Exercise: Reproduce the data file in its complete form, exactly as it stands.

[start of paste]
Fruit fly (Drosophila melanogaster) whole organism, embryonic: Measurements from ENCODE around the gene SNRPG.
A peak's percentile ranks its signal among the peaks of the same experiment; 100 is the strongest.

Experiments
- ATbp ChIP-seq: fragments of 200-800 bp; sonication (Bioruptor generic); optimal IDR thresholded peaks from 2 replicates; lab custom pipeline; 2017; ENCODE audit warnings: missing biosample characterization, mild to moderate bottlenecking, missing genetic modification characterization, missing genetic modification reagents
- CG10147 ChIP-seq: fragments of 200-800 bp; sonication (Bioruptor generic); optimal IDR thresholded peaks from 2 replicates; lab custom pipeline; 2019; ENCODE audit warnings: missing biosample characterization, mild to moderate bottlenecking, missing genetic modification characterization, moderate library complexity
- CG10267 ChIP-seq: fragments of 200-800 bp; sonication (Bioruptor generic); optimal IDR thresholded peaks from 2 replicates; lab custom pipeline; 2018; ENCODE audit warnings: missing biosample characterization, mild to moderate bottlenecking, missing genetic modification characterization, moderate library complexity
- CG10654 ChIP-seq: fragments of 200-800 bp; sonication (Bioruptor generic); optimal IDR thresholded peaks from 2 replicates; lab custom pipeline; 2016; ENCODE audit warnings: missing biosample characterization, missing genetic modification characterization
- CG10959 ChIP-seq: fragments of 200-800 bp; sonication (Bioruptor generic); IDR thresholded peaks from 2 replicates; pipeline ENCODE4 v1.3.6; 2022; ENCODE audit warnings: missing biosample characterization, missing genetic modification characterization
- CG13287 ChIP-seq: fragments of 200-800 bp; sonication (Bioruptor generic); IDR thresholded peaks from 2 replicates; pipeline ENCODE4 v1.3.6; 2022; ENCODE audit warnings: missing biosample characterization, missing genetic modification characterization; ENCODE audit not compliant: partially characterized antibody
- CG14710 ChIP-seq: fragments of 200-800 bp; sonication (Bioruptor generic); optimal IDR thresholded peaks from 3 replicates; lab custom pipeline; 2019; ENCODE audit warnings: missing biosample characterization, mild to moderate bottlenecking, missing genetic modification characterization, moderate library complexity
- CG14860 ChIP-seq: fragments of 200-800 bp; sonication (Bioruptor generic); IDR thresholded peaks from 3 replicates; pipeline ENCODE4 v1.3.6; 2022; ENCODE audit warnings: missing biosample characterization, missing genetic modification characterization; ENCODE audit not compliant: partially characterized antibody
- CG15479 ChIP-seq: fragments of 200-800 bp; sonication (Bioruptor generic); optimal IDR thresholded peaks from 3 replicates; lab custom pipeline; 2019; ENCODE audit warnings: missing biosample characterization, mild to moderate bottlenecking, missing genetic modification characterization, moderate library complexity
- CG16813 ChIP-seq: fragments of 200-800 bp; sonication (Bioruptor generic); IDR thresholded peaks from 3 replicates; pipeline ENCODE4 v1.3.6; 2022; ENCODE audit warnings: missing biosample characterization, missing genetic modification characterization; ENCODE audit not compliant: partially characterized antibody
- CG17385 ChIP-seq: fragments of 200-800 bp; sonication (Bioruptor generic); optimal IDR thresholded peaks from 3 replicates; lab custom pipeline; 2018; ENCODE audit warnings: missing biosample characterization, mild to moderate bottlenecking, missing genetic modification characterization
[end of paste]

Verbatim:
Fruit fly (Drosophila melanogaster) whole organism, embryonic: Measurements from ENCODE around the gene SNRPG.
A peak's percentile ranks its signal among the peaks of the same experiment; 100 is the strongest.

Experiments
- ATbp ChIP-seq: fragments of 200-800 bp; sonication (Bioruptor generic); optimal IDR thresholded peaks from 2 replicates; lab custom pipeline; 2017; ENCODE audit warnings: missing biosample characterization, mild to moderate bottlenecking, missing genetic modification characterization, missing genetic modification reagents
- CG10147 ChIP-seq: fragments of 200-800 bp; sonication (Bioruptor generic); optimal IDR thresholded peaks from 2 replicates; lab custom pipeline; 2019; ENCODE audit warnings: missing biosample characterization, mild to moderate bottlenecking, missing genetic modification characterization, moderate library complexity
- CG10267 ChIP-seq: fragments of 200-800 bp; sonication (Bioruptor generic); optimal IDR thresholded peaks from 2 replicates; lab custom pipeline; 2018; ENCODE audit warnings: missing biosample characterization, mild to moderate bottlenecking, missing genetic modification characterization, moderate library complexity
- CG10654 ChIP-seq: fragments of 200-800 bp; sonication (Bioruptor generic); optimal IDR thresholded peaks from 2 replicates; lab custom pipeline; 2016; ENCODE audit warnings: missing biosample characterization, missing genetic modification characterization
- CG10959 ChIP-seq: fragments of 200-800 bp; sonication (Bioruptor generic); IDR thresholded peaks from 2 replicates; pipeline ENCODE4 v1.3.6; 2022; ENCODE audit warnings: missing biosample characterization, missing genetic modification characterization
- CG13287 ChIP-seq: fragments of 200-800 bp; sonication (Bioruptor generic); IDR thresholded peaks from 2 replicates; pipeline ENCODE4 v1.3.6; 2022; ENCODE audit warnings: missing biosample characterization, missing genetic modification characterization; ENCODE audit not compliant: partially characterized antibody
- CG14710 ChIP-seq: fragments of 200-800 bp; sonication (Bioruptor generic); optimal IDR thresholded peaks from 3 replicates; lab custom pipeline; 2019; ENCODE audit warnings: missing biosample characterization, mild to moderate bottlenecking, missing genetic modification characterization, moderate library complexity
- CG14860 ChIP-seq: fragments of 200-800 bp; sonication (Bioruptor generic); IDR thresholded peaks from 3 replicates; pipeline ENCODE4 v1.3.6; 2022; ENCODE audit warnings: missing biosample characterization, missing genetic modification characterization; ENCODE audit not compliant: partially characterized antibody
- CG15479 ChIP-seq: fragments of 200-800 bp; sonication (Bioruptor generic); optimal IDR thresholded peaks from 3 replicates; lab custom pipeline; 2019; ENCODE audit warnings: missing biosample characterization, mild to moderate bottlenecking, missing genetic modification characterization, moderate library complexity
- CG16813 ChIP-seq: fragments of 200-800 bp; sonication (Bioruptor generic); IDR thresholded peaks from 3 replicates; pipeline ENCODE4 v1.3.6; 2022; ENCODE audit warnings: missing biosample characterization, missing genetic modification characterization; ENCODE audit not compliant: partially characterized antibody
- CG17385 ChIP-seq: fragments of 200-800 bp; sonication (Bioruptor generic); optimal IDR thresholded peaks from 3 replicates; lab custom pipeline; 2018; ENCODE audit warnings: missing biosample characterization, mild to moderate bottlenecking, missing genetic modification characterization